The new inquisition
In Britain, psychologist and self-styled 'scientific racist' Chris Brand
has a book on race and intelligence withdrawn by a leading publisher amid
demands that he be sacked from his teaching post at Edinburgh university.
(See page 20)
In Germany, the celebrated Austrian author Peter Handke is hounded by the
media and literary critics after publishing a travelogue of the former Yugoslavia
which questions the demonisation of the Serbian people. (See
In France, 83-year old Abbé Pierre, a priest who helped Jews to escape
the Nazis, has been turned from a 'living saint' into a national pariah
after he opposed the prosecution of philosopher Roger Garaudy, who is accused
of 'illegal revisionism' of the history of the Holocaust.
The storms of criticism directed against Chris Brand, Peter Handke and Abbé
Pierre are just three recent examples of a dangerous trend in the intellectual
life of Europe; a trend which can justifiably be called a new inquisition.
Few people recognise this new inquisition for what it is, because the liberal
reputations of those behind the protests mean it does not look like old-fashioned
book-burning. But that illusion is precisely what makes it so dangerous.
The people leading the new inquisition tend not to be traditional censors
like Catholic reactionaries or fascists, but rather the journalists, philosophers
and other spokespersons of the intelligentsia normally seen as the keepers
of Europe's liberal conscience. The weapons they use to pursue their inquisition
are not bonfires or instruments of torture, but the more civilised-looking
tools of the media and the courts.
Yet, while the methods might be different today, the message of the new
inquisitors is much the same as their predecessors: that there are some
things which simply cannot be said; some questions which just cannot be
asked; and that those sinners considered to have broken these taboos must
be forced to confess, repent, and return to the fold of orthodoxy.
The targets of the new inquisition are a disparate bunch, which only adds
to the confusion about what is really going on. Some of those under fire,
like Brand or Garaudy, hold objectionable views which we would not want
to be associated with in any way. Some are Islamic fundamentalists, now
witch-hunted by the same liberal forces which protested so loudly against
the Iranian attempt to silence Salman Rushdie. Others, as the exclusive
interview with Peter Handke published elsewhere in this issue shows, have
been attacked for raising some important and insightful questions about
the issues of our time.
But whether the individuals concerned should be seen as good guys or bad
guys is not the main issue here. What they all have in common is that they
are now condemned as heretics, whose views fall outside the narrowing parameters
of what is considered acceptable by the intelligentsia. In one way or another,
they are all adjudged to have broken the ever-more restrictive etiquette
which governs the worlds of contemporary politics, journalism and academia.
In today's climate, that means they must be censored. And censorship is
something we should have nothing to do with.
It is important to oppose the new inquisition, regardless of whether its
immediate target is a racist like Chris Brand or a reason- able man like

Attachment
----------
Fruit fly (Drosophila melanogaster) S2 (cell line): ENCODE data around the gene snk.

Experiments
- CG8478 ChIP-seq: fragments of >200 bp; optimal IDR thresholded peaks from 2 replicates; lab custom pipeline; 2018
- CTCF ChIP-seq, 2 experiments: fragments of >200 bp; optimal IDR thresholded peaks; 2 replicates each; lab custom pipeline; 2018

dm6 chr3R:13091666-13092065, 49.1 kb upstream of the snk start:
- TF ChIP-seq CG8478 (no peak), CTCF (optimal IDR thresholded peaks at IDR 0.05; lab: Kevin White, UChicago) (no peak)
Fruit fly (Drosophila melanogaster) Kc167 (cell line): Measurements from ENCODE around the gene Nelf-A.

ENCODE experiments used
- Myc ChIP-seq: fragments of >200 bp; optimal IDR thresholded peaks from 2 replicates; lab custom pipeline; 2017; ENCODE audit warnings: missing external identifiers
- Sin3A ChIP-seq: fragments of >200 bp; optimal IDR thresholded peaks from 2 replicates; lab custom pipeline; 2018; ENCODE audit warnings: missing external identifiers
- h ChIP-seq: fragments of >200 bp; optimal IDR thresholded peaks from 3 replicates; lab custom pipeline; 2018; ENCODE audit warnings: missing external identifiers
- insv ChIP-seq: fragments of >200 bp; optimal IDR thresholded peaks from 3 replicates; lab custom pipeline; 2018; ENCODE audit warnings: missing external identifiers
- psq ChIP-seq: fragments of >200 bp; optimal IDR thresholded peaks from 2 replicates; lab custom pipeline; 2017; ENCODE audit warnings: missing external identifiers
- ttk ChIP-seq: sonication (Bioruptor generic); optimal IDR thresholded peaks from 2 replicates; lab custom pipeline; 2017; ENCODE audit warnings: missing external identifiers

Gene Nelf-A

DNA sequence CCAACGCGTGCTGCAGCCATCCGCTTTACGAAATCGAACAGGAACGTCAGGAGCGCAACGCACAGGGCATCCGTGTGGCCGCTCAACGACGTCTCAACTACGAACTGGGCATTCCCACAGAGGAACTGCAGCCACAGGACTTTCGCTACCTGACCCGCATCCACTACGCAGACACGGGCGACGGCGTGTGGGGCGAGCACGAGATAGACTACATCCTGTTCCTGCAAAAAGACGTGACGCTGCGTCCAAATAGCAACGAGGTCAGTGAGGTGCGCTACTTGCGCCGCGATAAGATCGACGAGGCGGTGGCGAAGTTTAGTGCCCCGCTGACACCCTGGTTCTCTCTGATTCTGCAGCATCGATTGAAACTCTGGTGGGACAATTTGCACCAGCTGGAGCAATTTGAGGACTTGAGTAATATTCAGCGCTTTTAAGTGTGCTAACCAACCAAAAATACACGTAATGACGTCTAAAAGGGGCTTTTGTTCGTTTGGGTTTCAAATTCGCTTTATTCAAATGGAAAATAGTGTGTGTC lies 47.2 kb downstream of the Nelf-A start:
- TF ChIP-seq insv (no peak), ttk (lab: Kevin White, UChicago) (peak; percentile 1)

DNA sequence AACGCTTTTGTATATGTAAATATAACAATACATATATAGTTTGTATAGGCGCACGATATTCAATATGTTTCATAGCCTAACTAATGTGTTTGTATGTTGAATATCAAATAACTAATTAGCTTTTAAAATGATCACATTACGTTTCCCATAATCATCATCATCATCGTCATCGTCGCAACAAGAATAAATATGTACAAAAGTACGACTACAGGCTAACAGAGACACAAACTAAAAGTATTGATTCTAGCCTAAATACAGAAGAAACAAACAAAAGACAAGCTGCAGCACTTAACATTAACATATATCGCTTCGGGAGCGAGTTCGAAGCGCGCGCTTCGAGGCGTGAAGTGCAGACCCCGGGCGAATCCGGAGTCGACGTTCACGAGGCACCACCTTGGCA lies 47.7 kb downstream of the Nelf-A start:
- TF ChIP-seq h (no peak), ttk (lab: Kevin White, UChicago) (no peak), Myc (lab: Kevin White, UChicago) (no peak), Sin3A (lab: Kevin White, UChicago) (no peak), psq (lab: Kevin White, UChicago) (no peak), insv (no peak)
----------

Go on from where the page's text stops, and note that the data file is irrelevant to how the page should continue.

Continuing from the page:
Peter Handke. We need to uphold the right to go against the stream, to disagree
with a consensus, to question everything and to offend convention. The right
to dissent, to speak heresy--to blaspheme against the gospel according to
the Guardian as much as that according to the saints--should be treasured
as a precious asset by anybody who wants to have the problems facing society
openly discussed. In particular, that right is priceless for those of us
who want to make the case for changing the way things are today.
Those who support censorship and restrictions on academic freedom these
days generally claim that their aim is to protect society's victims from
harassment or intimidation. Yet the censorship and codes of conduct associated
with the new inquisition can have no bearing on issues of social inequality
Whether or not the odd racist lecturer like Brand is allowed to propound
his eccentric theories about intelligence will make no difference to the
treatment of many black people as second class citizens in British society.
As the American PC refusenik Christopher Lasch put it, in his blunt critique
of similar trends which originated in the USA: 'What does it profit residents
of the South Bronx to enforce speech codes at the elite universities?' (Revolt
of the Elites, 1995)
The aim of the intellectuals behind the new inquisition is not to address
something like racism as a deep-rooted problem in wider society, but rather
to impose a new etiquette in their own little world. Their concern is a
lot less with the plight of oppressed minorities than with their own fears,
insecurities and search for order at the end of the twentieth century.
We are living through an age when nobody feels able to take anything for
granted any longer. A combination of changes which we have often discussed
in Living Marxism--the end of the Cold War, the demise of the politics
of left and right, the ongoing impact of economic slump--has cut the ground
from under yesterday's certainties, fragmenting society and breaking down
old solidarities. The resulting sense of uncertainty and insecurity is what